The heavy chord at the end of a Gears of War battle used to be congratulatory. Your chainsaw roared, corpses crumpled, and a thundering hum warned the world what you’d done. In Gears of War Judgment, the sound that used to celebrate success is a comforting signal to unclench your teeth and start breathing again. You probably won't make it out next time.
Judgment starts 30 days after Emergence Day, just as humanity goes to war with the Locust. The COG doesn’t know its enemy just yet, which leaves them exposed to the grubs’ fearless aggression. Locust spawn by the dozen, popping out of the ground, crawling out of emergence holes, and knocking down doors in the largest, scariest groups you’ve seen in a Gears game. They are lethal individually, seemingly unstoppable in mixed groups of enemies new and old, and utterly terrifying for even the most grizzled Gears vet. At first, this challenge defines Judgment. Before long, that gives way to an impressive level of newfound complexity.
The common thread between difficulty and depth is variety – each enemy encounter is unique, both by design and thanks to the new semi-random spawning system, which generates different opponents each time you retry an encounter. If a group of Bloodmounts takes you down, don’t expect to see them a second time – Maulers and Grenadiers may replace them, perhaps with a half-dozen Wretches in tow.
Judgment doesn’t ever dial back because you’ll always have the tools necessary to scrape by. This is Gears at its quickest and most aggressive. I swapped between guns as opposed to relying on my Lancer, typically because I’d thrown it to the ground after running out of ammo. Early in the story, when Damon Baird’s Kilo Squad makes its way through the Onyx Guard’s home city of Halvo Bay, you’ll hunker down to defend the Museum of Military Glory using sentry turrets. The tower defense-influence works as effectively in a campaign context as it did in Gears of War 3’s Horde 2.0. It’s a stark change of pace from the push-push-push mission structure preceding it.
Baird, Cole, Paduk and Hendrick – Kilo’s key members – previously swapped Gnasher shotguns and close-quarters combat for the ranged superiority of the new Markza semi-auto sniper-rifle. They chainsawed grubs beneath the burning surface of Halvo Bay’s Old Town district, where they’d later mount turrets to chew through the horde. With Mauler, Boomer, Kantus, Cyclops, and Dark Wretch corpses behind them, Kilo should have earned a leisurely rest while turrets took down Locust inside the museum. Judgment never gives them that chance. I died three times trying to hold off incoming forces. Later, I’d die nearly 10 during a futile st@b at the punishing Hardcore difficulty.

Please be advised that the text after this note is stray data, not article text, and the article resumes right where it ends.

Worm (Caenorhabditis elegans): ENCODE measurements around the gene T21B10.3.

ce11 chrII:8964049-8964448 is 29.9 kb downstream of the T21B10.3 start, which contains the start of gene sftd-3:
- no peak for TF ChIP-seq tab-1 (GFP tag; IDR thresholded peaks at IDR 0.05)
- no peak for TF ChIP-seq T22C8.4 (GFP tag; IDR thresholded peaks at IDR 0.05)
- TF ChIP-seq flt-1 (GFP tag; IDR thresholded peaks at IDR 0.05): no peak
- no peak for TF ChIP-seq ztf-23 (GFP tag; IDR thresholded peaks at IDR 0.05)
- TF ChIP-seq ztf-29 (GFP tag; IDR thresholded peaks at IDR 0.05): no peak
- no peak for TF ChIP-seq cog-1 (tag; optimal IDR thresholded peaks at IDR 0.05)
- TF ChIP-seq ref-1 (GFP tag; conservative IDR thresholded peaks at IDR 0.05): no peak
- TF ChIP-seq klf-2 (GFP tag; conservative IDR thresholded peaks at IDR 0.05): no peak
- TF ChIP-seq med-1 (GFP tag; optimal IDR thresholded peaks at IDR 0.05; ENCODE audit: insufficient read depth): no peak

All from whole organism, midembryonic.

Moment to moment, Judgment always has something new and interesting for you to do, but it also presents the opportunity to add an interesting variable to each and every enemy encounter. Activating glowing crimson omens heralds not a hidden COG tag but instead unlocks the “declassified” version of an upcoming f!ght. Typically, these opt-in objectives limit your weapon usage to, say, Hammerbursts or a Gnasher/Sawed-Off combo. Others give the enemy an advantage. You may come up against Cyclopes with Lancers, grubs who attack from behind, or One-Shots with high-ground positioning. But why on Sera would you willingly make a tough shooter harder for yourself? What good could possibly come from wandering into a claustrophobic cloud of dense, blinding smoke when it’s unnecessary?
First, declassifications present narrative conceits that fits Judgment well. The story begins with Kilo Squad in a military court, and each mission we play representing a testimony of the events leading up to their trial. The testimony Kilo Squad delivers will change as you activate omens, revealing information you may not have known about the characters and world. Sometimes it relates to military rules, characters’ origins, or simply the COG discovering the intelligence of the Locust.
Secondly, declassified objectives tie into Judgment’s scoring system – and before you run off, it’s not as awful as it sounds. Earning stars for performing well adds substance to the combat without trivializing it. f!ghting is more tactical and engaging than ever when you’re rewarded for speed, style, and efficiency. You’re always rewarded for headshots, executions, gib-splosions and other decidedly Gears of War k!lls, but playing with optional variables adds a multiplier to your score tracker. Earning more stars for k!ll combos feels even better when the pot’s sweetened. In turn, the way you think about Gears of War’s combat changes – not only because the actual flow of battle is different, but because you’re actively trying to do better than usual. Suddenly Gears of War feels smarter, even if it has more video game-y elements in the mix.
All of this plays hand-in-hand with multiplayer. Free-for-All remains an aggressive departure from the norm, particularly on the smaller-scale street map, while OverRun encourages a different kind of cooperative experience than fans are used to. Epic told IGN that completing challenges and goals across all modes contributes to character unlocks; each character can be customized in a way that’s comparable to past Gears’ weapon skins.
Really, the only way Gears of War Judgment is the same as previous games – core mechanics aside – is in the way its cast interacts. There’s some smart, funny writing behind the characters in Kilo Squad, and it comes through in the way they tease, mock, or outright dislike each other. The witty banter between these characters is exactly what you’d expect out of Marcus and Dom, which speaks volumes about how well this cast – whether they’re old friends or new – will carry its story.